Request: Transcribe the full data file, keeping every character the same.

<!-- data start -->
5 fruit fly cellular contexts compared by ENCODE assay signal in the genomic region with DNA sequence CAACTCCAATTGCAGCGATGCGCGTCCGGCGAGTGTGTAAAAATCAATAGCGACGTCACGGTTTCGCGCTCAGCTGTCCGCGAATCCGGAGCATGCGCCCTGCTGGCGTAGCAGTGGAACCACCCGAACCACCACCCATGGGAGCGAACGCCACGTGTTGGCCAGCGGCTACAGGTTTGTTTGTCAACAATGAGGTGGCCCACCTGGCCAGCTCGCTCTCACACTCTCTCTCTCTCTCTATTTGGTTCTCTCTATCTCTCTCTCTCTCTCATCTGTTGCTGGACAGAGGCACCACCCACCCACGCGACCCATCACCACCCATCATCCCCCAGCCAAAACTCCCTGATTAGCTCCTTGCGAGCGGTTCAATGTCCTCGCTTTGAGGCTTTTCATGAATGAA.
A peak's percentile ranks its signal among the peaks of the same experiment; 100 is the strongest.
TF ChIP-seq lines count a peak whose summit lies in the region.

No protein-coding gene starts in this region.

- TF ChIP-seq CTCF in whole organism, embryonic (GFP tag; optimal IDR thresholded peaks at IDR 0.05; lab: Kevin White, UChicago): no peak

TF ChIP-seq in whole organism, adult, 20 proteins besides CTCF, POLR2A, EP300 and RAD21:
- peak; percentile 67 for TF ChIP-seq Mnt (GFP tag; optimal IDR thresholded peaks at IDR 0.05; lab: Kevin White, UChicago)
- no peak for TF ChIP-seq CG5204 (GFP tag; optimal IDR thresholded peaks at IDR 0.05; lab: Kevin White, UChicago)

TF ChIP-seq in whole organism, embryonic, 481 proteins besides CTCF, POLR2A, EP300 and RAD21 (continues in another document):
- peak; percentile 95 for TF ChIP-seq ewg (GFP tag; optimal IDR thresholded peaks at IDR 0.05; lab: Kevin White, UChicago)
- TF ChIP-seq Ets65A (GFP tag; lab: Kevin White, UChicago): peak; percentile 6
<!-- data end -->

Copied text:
5 fruit fly cellular contexts compared by ENCODE assay signal in the genomic region with DNA sequence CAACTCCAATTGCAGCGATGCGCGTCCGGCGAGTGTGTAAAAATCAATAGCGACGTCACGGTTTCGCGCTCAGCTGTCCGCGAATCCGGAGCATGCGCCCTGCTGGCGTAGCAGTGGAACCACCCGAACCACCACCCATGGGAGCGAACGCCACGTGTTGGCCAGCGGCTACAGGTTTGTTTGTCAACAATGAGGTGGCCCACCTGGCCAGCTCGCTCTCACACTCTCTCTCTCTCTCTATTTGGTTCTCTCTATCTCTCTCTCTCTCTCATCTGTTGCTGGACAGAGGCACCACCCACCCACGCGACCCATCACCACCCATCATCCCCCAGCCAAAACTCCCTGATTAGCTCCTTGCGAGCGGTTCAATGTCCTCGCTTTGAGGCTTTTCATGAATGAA.
A peak's percentile ranks its signal among the peaks of the same experiment; 100 is the strongest.
TF ChIP-seq lines count a peak whose summit lies in the region.

No protein-coding gene starts in this region.

- TF ChIP-seq CTCF in whole organism, embryonic (GFP tag; optimal IDR thresholded peaks at IDR 0.05; lab: Kevin White, UChicago): no peak

TF ChIP-seq in whole organism, adult, 20 proteins besides CTCF, POLR2A, EP300 and RAD21:
- peak; percentile 67 for TF ChIP-seq Mnt (GFP tag; optimal IDR thresholded peaks at IDR 0.05; lab: Kevin White, UChicago)
- no peak for TF ChIP-seq CG5204 (GFP tag; optimal IDR thresholded peaks at IDR 0.05; lab: Kevin White, UChicago)

TF ChIP-seq in whole organism, embryonic, 481 proteins besides CTCF, POLR2A, EP300 and RAD21 (continues in another document):
- peak; percentile 95 for TF ChIP-seq ewg (GFP tag; optimal IDR thresholded peaks at IDR 0.05; lab: Kevin White, UChicago)
- TF ChIP-seq Ets65A (GFP tag; lab: Kevin White, UChicago): peak; percentile 6